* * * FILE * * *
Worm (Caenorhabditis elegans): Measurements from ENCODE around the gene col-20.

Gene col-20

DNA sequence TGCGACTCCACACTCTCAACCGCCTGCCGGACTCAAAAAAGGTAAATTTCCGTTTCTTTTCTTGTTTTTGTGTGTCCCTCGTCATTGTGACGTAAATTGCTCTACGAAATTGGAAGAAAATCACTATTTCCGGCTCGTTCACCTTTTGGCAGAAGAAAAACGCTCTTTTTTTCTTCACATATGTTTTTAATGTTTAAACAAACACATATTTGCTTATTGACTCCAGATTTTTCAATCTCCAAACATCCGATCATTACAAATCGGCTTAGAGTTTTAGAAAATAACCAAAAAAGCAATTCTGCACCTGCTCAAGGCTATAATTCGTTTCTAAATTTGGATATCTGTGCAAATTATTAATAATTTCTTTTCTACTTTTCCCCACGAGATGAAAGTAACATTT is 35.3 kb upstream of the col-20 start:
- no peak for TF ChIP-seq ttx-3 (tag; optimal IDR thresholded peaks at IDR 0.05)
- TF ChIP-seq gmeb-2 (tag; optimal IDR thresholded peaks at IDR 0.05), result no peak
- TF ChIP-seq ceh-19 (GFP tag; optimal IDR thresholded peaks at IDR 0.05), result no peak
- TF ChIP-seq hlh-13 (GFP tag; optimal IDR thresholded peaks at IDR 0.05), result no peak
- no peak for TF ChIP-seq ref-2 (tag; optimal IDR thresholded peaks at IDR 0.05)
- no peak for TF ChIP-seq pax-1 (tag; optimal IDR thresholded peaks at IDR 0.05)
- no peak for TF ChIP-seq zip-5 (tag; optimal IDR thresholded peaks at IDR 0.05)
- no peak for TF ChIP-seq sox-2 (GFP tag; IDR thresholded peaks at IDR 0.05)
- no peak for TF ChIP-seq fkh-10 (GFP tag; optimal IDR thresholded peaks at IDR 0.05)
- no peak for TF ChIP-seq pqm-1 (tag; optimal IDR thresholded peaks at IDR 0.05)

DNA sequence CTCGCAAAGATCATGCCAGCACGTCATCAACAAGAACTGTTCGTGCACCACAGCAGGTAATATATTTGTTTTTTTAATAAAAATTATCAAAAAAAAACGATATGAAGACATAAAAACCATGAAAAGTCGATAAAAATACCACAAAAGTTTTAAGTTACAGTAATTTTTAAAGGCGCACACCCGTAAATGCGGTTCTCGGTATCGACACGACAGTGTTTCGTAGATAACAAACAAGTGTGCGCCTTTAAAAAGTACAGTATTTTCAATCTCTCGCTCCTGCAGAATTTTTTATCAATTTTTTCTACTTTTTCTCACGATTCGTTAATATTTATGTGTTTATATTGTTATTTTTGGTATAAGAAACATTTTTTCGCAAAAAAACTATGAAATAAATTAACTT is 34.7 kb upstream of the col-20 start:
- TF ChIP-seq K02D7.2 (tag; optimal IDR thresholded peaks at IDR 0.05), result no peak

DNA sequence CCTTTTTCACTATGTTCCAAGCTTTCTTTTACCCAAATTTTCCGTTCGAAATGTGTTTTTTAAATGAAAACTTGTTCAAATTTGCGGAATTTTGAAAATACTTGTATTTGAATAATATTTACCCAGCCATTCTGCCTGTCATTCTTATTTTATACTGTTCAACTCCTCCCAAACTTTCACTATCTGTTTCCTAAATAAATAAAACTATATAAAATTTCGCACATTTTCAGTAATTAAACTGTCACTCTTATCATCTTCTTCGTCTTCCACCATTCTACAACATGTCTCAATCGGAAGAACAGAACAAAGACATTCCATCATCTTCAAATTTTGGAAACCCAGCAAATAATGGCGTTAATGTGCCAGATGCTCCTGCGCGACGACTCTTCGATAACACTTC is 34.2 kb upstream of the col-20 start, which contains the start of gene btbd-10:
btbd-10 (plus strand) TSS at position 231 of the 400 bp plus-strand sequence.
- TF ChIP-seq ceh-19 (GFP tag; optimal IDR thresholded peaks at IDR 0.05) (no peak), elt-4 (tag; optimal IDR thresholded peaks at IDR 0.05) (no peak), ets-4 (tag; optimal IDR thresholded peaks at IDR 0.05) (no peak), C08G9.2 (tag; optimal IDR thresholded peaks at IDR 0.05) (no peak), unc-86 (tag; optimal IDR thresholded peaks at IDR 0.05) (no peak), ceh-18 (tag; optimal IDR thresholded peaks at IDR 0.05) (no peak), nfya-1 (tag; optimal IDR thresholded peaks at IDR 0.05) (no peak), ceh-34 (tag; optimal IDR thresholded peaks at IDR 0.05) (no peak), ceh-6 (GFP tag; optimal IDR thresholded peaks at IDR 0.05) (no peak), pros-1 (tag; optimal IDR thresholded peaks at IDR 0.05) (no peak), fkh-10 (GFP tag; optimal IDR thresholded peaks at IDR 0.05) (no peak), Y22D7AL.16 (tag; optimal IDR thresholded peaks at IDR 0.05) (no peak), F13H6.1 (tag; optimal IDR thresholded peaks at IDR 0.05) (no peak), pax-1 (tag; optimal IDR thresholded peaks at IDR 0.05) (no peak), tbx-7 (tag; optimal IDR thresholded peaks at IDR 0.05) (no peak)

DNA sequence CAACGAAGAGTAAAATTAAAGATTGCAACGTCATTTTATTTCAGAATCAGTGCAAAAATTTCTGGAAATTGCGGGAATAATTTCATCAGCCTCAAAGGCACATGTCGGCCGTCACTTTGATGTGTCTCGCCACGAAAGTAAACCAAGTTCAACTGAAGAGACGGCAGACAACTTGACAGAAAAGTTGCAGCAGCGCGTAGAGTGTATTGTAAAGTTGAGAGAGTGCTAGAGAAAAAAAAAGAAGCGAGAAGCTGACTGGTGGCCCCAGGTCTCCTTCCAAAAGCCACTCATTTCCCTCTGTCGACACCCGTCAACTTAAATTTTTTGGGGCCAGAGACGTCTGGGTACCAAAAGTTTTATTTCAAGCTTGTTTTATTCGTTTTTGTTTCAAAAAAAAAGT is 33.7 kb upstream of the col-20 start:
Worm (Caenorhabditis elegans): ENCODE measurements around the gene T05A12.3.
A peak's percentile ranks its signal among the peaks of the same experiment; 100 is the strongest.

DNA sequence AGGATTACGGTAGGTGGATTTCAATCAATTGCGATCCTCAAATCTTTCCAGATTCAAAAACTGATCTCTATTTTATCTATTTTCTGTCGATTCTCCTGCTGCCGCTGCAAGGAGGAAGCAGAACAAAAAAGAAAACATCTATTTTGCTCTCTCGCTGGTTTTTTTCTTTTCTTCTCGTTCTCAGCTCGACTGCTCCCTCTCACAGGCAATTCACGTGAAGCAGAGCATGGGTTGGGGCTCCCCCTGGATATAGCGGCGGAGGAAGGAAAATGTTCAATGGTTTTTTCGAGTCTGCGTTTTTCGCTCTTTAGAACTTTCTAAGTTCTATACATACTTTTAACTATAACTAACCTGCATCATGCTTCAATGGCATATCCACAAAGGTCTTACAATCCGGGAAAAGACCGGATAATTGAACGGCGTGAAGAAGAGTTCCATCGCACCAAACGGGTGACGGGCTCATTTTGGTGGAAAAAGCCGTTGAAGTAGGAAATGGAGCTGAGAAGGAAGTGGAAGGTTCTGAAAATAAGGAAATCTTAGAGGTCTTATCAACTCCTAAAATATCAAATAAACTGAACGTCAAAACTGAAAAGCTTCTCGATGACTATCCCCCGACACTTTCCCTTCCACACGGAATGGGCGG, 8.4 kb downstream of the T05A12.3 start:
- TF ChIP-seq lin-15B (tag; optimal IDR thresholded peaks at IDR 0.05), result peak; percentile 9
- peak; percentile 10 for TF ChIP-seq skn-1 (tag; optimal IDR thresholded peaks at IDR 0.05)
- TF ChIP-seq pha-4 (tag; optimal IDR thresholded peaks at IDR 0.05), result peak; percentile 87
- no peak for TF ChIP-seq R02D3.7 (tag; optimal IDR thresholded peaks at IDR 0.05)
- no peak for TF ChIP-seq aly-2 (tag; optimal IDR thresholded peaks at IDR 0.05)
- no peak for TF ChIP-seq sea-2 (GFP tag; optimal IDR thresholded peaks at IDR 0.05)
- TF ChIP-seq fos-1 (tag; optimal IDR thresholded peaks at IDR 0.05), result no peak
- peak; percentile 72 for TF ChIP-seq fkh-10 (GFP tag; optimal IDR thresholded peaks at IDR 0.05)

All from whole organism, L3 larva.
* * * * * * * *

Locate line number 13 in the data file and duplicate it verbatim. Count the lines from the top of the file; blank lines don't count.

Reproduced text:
- no peak for TF ChIP-seq pqm-1 (tag; optimal IDR thresholded peaks at IDR 0.05)